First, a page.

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Monday, January 17, 2022
SAN LUIS LA HERRADURA, El Salvador, Dec 6 2021 (IPS) - Small farmer Francisco Martínez pushed his son’s wheelchair to another part of the courtyard of their house, located in a small coastal community in El Salvador, before saying sadly: “It would be a great injustice if they kicked us out of here.”
Martínez, 77, lives with his wife Gloria García, 50, and their severely disabled 21-year-old son Fredy Martínez in the Cuatro Vientos community, formed some 20 years ago by homeless families from different parts of the country.
The settlement is located in San Luis La Herradura, a municipality in the south of the department of La Paz, on the Salvadoran coast.
Martínez, his skin toasted by the sun, added: “Now we have reached the difficult moment when they want to remove us, which is very unfair,” referring to the threat of eviction that is hanging over his family and others in the settlement, from a bank and wealthy families in the area, as they told IPS during a day spent in their community.
Driven by necessity, some 180 poor families settled in Cuatro Vientos, on what they considered to be public land: a narrow 17-kilometer-long strip of land separating the Pacific Ocean and the Jaltepeque estuary, one of the main wetlands in this Central American country.
A paved road runs through the middle of the strip connecting the highly touristic area with the rest of the country.
In addition to Cuatro Vientos, 18 other settlements or communities have sprung up in the area over the past 50 years and have also been threatened with eviction, either by private consortiums or by wealthy families who have beach houses there.
On this strip of land, ostentatious wealth coexists with painful poverty.
Some families do have legal title to their plots, the ones that are located along the roadside, lawyer Teresa Hernández of the Foundation for Legal Studies for the Application of Law (Fespad) told IPS.
However, some 40 meters further inland towards the estuary, the situation is different for most of the people, who live in conditions of poverty and without documents certifying that they own the land.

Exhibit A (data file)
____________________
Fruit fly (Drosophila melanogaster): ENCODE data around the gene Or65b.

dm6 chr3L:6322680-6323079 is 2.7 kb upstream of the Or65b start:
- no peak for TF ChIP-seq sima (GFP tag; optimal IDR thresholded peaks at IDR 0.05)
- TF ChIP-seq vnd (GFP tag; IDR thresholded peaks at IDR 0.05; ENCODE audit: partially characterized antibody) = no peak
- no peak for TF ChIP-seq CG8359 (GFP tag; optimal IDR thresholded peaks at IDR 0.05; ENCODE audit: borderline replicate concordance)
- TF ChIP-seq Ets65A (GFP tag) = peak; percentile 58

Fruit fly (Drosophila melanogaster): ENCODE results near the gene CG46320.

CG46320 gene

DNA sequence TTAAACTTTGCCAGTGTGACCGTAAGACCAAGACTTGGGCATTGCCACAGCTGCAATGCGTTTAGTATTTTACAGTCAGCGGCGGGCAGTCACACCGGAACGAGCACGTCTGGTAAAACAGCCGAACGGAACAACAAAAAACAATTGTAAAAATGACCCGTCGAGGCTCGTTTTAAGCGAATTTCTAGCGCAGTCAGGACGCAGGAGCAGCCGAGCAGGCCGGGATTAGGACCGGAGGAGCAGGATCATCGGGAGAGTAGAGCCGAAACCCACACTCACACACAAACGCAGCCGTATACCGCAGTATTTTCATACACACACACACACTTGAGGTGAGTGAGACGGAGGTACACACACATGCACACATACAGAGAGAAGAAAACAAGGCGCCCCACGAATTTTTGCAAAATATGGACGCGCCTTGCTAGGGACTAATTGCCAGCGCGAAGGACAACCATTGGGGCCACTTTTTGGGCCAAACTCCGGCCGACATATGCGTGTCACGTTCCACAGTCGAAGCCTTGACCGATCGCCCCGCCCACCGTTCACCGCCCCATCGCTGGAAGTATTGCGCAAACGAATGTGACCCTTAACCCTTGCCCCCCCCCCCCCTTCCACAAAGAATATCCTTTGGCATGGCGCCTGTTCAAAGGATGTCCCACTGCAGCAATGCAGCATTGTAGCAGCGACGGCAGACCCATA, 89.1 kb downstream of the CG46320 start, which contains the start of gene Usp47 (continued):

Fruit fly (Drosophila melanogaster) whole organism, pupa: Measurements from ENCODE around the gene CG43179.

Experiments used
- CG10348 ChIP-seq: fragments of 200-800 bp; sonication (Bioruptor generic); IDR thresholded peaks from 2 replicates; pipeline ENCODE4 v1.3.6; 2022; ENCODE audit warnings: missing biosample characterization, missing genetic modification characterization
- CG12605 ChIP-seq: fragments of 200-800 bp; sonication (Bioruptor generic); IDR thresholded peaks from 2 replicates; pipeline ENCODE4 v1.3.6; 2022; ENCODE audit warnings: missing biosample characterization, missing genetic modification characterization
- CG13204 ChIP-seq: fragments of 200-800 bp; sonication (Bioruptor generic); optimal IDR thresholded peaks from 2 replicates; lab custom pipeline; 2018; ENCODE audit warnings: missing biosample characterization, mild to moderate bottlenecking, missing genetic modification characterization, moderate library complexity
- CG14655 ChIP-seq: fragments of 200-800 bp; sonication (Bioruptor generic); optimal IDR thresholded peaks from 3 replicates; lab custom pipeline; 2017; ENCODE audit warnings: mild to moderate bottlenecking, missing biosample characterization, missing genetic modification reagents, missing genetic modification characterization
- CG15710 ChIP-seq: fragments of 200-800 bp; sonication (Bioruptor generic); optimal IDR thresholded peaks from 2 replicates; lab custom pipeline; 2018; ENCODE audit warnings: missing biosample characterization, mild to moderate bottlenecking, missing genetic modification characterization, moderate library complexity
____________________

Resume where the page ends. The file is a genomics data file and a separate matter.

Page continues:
“In general, all 19 communities find themselves in this legally precarious position,” the lawyer explained.
Fespad and the Movement for the Defense of the Land in El Salvador (Movitierra) are providing legal assistance to the affected families, especially in 12 communities that have organized to fight for their rights.
About 850 families live in these 12 settlements, but the lawyer said she did not know the total number of inhabitants of the 19 communities.
Insecurity of title
According to official figures, about 10 percent of El Salvador’s 6.7 million people are in a position of land tenure insecurity.
Cases like those of the families in Cuatro Vientos, who thought they were living on land that they could call their own because it belonged to the State, but who now face the risk of removal.
The conflict over property rights in this area known as Costa del Sol arises from the fact that the land has a high value as a result of tourism, which drives the construction of hotel complexes.
In addition, for decades it has been impossible to establish exactly which land is privately owned and which belongs to the State, which has generated disputes over land ownership, the Fespad lawyer added.
Tourism businesses such as hotels and restaurants have set up shop there because of the beauty of the area: the sea on one side and the lush estuary, with its mangroves and wildlife, on the other.
Wealthy families have also built beach houses in the area for decades to spend vacations or weekends. That is why the real estate sector is also in high demand in the area.
Institutions should clarify
Every beach, whether on an estuary or on the sea, belongs to the State, and wealthy families and companies have been buying up adjacent or nearby lands, initially considered private in origin. But after decades of disorder, the limits of what is private and what belongs to the State have become entangled.
Hernández said that in order to clarify these boundaries, the government’s land registry should carry out a cadastral survey to determine the background of these lands and define who owns them. But this has not been done and the communities do not have the resources to carry it out on their own.
She added that, in view of this situation, Fespad and Movitierra requested in 2019 that the governmental Institute of Property Legalization (ILP) conduct an inspection to determine the boundaries between State and private land in at least five communities on the Costa del Sol, as a pilot test.